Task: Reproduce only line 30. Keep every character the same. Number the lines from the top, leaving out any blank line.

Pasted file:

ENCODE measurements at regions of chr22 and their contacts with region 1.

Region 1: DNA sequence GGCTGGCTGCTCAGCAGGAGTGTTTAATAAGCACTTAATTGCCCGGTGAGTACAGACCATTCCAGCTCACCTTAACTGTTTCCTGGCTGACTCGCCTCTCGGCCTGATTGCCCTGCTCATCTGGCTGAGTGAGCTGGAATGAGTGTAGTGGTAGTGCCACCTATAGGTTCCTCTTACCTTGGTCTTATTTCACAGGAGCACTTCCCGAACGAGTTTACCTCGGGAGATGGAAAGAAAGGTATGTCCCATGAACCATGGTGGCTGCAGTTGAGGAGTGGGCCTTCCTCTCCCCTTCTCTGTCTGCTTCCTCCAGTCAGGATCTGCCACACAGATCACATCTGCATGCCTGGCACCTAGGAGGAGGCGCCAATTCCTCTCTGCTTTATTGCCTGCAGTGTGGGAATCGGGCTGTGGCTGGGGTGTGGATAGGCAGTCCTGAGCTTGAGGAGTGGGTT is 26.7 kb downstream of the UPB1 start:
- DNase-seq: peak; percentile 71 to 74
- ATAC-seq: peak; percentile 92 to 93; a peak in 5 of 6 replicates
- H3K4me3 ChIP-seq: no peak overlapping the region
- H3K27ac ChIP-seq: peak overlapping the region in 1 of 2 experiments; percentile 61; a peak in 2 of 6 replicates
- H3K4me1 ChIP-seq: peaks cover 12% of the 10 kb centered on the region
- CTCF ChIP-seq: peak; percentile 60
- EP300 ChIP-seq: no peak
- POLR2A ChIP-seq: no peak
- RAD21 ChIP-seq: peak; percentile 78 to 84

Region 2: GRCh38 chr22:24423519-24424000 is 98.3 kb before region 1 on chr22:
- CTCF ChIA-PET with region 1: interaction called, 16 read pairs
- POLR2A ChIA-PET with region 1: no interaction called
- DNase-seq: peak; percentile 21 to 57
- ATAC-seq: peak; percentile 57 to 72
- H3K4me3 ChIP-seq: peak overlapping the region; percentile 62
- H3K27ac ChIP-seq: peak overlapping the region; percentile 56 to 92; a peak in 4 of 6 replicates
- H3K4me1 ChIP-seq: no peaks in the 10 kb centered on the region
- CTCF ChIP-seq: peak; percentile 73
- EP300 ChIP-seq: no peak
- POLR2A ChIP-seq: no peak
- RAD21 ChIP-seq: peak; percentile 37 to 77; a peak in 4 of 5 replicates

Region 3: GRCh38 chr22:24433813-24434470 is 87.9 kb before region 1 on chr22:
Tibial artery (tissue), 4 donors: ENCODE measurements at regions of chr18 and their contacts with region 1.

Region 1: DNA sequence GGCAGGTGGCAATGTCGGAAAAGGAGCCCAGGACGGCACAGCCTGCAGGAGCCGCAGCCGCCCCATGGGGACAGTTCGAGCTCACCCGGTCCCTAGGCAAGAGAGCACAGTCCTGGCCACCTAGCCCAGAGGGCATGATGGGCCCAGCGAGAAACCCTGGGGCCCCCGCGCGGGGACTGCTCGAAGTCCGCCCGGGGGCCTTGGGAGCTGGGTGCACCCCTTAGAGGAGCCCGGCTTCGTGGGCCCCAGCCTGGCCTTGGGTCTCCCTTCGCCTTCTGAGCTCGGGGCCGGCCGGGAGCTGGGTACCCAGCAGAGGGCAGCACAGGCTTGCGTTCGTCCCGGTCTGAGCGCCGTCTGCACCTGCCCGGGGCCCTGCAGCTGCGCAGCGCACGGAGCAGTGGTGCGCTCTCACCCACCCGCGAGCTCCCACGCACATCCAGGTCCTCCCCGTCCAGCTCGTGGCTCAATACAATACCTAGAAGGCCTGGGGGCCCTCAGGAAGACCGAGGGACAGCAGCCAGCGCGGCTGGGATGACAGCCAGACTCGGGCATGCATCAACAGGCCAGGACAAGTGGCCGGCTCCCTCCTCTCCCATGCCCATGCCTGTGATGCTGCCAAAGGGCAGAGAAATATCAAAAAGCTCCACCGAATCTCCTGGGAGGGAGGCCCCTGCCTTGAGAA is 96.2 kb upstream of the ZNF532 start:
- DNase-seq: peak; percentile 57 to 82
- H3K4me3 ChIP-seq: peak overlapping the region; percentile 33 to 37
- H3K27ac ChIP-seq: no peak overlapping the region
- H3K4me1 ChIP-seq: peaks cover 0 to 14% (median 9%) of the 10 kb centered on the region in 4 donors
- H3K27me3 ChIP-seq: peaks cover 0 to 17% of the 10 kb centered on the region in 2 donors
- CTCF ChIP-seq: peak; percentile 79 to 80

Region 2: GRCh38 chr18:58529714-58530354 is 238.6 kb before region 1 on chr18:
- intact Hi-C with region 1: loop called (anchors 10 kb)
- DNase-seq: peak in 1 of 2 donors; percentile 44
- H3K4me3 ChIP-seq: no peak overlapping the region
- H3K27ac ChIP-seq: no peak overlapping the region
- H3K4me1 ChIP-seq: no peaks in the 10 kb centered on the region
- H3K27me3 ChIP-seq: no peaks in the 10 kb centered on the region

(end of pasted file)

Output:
- H3K4me1 ChIP-seq: peaks cover 0 to 14% (median 9%) of the 10 kb centered on the region in 4 donors